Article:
LOUISVILLE, Ky. -– It’s finally dawning on people, perhaps including some Republicans here in Kentucky, that the 35-year-old woman tearing into Sen. Mitch McConnell (R-Ky.) day after day may be as tough and nasty as the 72-year-old five-term incumbent she is trying to oust.
At the Fancy Farm picnic this past weekend, Kentucky Secretary of State Alison Lundergan Grimes (D) clearly bested McConnell in the most elemental of political confrontations: back-to-back speeches in front of a thousand cheering and jeering partisan spectators.
She essentially called McConnell too old to serve, saying she was in Fancy Farm for his “retirement party." She also painted him as a hard-hearted cynic, a selfish man who had enriched himself at public expense, and the symbol and cause of all that's wrong with politics in the country and in Washington, D.C.
And she did it by pointing in his direction and occasionally turning to gaze at him directly. She seemed confident and in control in what was the most important public performance of her career so far.
She also challenged him to meet her in two debates. So far he has agreed to none. She said that she would be at the designated sites, whether or not he showed up, and that no one would need “bloodhounds to find me.” That was a reference to the classic 1984 attack ads that brought McConnell his first victory over a Democratic incumbent who had missed some votes in the Senate; the ads featured the dogs being used to look for the "missing" opponent.
Grimes is the middle of five daughters in an intensely political family, a fact that's important for understanding where she's coming from and what drives her. To say she's competitive is an understatement. She gives off the aura of someone willing to do whatever it takes, but that's not necessarily a compliment -- except to Democrats desperate to unseat McConnell after his 30 years in the Senate.
Grimes smiled widely but rather coldly as she stood at the podium at Fancy Farm, and as she pointed at McConnell, she seemed at times like she would have banished him from the stage if she could have.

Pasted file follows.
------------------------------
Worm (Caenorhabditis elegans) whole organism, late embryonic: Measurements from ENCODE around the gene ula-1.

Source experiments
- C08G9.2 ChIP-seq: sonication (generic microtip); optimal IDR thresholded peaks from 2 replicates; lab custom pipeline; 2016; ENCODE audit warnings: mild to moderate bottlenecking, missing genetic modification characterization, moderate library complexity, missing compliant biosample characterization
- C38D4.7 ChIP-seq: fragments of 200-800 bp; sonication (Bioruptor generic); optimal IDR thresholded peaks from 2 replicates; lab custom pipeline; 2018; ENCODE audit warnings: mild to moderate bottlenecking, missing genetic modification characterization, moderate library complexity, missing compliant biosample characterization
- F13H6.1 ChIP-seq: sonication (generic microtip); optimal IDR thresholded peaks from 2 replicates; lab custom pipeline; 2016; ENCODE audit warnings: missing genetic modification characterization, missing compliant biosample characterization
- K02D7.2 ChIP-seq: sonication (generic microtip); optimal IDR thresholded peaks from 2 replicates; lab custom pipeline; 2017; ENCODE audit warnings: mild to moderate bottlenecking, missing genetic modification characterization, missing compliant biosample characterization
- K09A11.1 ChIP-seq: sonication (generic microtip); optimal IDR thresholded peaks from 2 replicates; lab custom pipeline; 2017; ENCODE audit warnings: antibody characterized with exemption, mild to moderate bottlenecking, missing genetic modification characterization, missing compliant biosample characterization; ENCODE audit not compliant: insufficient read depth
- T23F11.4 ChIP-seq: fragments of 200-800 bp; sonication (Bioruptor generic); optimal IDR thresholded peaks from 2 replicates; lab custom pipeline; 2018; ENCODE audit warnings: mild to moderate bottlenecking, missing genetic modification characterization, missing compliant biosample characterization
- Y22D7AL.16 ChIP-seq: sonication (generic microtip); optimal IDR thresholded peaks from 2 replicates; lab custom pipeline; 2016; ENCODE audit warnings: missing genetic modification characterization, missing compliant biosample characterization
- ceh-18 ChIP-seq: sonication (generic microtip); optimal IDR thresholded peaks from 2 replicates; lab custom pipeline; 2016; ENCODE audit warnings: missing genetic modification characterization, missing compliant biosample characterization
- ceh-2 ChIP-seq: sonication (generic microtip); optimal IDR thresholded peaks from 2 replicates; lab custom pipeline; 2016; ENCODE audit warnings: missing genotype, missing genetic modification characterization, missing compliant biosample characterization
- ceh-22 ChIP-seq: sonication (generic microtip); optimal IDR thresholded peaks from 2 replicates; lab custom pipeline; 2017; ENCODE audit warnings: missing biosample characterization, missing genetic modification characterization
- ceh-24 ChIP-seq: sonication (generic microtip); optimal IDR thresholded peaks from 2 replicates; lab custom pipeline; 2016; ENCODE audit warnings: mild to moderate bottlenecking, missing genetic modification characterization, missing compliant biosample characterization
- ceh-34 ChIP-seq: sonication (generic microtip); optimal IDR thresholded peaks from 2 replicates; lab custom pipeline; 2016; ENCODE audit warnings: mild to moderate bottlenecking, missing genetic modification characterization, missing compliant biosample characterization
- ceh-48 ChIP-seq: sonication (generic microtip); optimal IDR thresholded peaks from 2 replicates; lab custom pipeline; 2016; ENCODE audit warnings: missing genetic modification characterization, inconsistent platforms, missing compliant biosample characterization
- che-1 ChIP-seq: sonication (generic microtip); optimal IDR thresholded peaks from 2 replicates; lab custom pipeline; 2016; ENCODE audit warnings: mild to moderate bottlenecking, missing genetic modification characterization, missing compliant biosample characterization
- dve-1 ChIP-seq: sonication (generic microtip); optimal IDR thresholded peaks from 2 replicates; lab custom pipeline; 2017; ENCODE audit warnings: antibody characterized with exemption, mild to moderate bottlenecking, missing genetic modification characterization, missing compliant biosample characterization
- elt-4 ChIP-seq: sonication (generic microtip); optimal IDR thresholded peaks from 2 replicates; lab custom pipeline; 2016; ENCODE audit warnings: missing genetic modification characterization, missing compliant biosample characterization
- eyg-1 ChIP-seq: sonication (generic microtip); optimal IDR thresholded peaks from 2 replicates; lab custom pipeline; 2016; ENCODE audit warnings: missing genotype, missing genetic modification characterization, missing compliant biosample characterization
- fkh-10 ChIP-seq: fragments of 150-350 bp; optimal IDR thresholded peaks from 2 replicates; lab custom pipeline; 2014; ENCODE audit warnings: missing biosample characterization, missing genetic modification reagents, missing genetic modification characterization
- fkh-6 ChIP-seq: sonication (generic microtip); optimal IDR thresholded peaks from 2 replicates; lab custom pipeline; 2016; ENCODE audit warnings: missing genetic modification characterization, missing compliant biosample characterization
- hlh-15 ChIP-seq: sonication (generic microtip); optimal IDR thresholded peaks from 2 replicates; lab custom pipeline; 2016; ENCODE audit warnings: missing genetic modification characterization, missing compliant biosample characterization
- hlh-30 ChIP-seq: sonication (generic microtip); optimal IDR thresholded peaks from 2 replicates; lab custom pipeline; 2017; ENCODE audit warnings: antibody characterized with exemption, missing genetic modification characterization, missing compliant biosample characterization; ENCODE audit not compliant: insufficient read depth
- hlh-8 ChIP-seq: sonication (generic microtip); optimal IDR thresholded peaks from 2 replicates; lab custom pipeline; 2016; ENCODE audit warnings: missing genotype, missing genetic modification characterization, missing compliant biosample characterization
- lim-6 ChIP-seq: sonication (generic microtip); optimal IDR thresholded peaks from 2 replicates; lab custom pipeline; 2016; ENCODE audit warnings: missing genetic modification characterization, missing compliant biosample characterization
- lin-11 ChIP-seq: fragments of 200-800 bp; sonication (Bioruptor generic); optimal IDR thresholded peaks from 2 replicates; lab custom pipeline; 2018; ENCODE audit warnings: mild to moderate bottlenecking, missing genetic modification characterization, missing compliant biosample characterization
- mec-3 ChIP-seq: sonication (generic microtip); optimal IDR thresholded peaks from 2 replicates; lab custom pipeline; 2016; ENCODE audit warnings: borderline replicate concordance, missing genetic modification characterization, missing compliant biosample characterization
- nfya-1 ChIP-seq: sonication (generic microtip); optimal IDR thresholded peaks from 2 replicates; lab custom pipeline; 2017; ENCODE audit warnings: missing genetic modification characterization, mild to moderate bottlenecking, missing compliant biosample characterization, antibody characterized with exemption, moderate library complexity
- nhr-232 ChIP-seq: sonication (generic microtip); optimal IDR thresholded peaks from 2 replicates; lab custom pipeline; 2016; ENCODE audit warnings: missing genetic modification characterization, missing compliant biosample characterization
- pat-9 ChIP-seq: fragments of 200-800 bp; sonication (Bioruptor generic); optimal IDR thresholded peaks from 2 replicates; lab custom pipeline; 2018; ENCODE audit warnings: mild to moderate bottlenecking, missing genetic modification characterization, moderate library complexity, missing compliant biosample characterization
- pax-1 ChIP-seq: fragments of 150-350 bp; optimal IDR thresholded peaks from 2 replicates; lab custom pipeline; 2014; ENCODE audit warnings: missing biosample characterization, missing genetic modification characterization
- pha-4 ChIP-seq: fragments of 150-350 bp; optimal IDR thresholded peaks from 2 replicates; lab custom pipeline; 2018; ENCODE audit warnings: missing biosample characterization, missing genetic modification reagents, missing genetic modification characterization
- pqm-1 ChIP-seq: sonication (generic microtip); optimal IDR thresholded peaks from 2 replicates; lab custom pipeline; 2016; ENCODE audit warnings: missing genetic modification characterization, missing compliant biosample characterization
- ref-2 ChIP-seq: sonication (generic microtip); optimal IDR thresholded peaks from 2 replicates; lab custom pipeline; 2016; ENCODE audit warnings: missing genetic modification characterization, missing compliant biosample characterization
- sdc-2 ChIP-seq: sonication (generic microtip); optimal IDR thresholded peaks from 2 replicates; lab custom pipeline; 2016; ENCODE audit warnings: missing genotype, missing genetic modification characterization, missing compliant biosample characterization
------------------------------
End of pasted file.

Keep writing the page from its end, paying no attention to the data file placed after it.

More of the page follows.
Her campaign strategy boils down to one essential point: destroying McConnell if she can. Her own position papers and proposals exist, and are standard and unremarkable for a Democrat: an increase in the minimum wage, pay equity for women, organizing rights for unions, and so on. But her campaign team is looking at numbers that tell them that once they get her “positives” and her name recognition as high as possible, the last months of the race will be devoted to attacking McConnell as old, out of touch, morally bankrupt and destined for the slag heap.
Some journalists, including this one, have needled her for sticking religiously to her rather narrow script, but she and her handlers aren’t the least bit apologetic about the strategy. They also point out, rightly, that McConnell very rarely answers questions or gives interviews on the campaign trail, so why should they? They think that McConnell, whose “negative” ratings continue to float well above 50 percent, is simply too unpopular to get re-elected -– even in a red state that voted overwhelmingly for Mitt Romney over Barack Obama.
And to pursue that strategy requires the remorseless approach Grimes is taking.
Even her “positive” TV spots contain tough comparisons with McConnell. Her team is now saving some of its money for an all-out negative assault come the fall. She plans to continue and even increase the pace of her travel around the state, not only to meet more voters face to face, but also to contrast her youth, vigor and camera-friendliness with the demeanor of her senior citizen foe.
Grimes' cheerfully confident and acidic antagonism has to remind McConnell of someone: himself.
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